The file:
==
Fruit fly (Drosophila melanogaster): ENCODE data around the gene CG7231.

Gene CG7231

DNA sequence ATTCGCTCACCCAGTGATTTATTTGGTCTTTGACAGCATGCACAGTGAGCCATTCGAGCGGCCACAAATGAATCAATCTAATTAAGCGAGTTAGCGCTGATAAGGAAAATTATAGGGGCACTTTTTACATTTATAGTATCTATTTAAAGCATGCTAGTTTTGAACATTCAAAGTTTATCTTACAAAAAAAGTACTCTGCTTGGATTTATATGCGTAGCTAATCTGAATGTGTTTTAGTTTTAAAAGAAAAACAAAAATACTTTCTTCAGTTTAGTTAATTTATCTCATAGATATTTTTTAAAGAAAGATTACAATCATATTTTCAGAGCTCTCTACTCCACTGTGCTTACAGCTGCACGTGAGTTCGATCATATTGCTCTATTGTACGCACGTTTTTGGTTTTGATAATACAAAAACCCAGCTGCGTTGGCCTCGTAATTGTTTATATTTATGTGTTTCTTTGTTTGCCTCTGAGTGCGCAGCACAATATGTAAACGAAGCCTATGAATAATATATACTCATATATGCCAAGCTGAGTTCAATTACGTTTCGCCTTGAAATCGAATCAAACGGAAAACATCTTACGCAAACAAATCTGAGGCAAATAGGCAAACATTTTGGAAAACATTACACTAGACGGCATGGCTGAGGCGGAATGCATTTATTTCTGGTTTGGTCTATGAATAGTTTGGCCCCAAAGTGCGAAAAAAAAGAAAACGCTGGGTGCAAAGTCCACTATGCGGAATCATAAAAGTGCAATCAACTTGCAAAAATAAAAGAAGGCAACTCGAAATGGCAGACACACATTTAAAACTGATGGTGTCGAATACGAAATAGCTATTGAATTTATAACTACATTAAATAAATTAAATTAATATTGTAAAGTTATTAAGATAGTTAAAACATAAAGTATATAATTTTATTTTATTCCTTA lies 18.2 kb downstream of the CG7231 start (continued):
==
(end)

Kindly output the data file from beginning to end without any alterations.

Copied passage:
Fruit fly (Drosophila melanogaster): ENCODE data around the gene CG7231.

Gene CG7231

DNA sequence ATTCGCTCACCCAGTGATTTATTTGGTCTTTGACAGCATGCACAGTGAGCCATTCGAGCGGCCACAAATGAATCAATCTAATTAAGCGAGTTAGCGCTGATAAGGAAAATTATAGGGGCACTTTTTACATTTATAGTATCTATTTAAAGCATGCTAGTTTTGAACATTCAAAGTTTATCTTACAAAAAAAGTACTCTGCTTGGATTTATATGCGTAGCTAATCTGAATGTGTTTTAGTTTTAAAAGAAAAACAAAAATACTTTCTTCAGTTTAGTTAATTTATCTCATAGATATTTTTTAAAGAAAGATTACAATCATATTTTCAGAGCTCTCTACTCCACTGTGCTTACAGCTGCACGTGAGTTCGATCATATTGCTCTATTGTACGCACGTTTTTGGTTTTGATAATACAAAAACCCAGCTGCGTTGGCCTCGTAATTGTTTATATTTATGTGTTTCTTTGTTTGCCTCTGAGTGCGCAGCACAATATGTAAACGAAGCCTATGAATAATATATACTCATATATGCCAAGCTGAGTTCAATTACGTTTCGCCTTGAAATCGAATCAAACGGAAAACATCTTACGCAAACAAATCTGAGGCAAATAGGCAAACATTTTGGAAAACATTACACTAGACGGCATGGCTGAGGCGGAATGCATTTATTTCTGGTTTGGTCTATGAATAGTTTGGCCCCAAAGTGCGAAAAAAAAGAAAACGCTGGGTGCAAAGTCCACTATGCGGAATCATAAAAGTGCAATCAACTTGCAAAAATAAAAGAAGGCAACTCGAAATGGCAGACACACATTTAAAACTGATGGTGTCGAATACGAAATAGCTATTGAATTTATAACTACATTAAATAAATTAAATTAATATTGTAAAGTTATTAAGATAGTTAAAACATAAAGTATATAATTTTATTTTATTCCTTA lies 18.2 kb downstream of the CG7231 start (continued):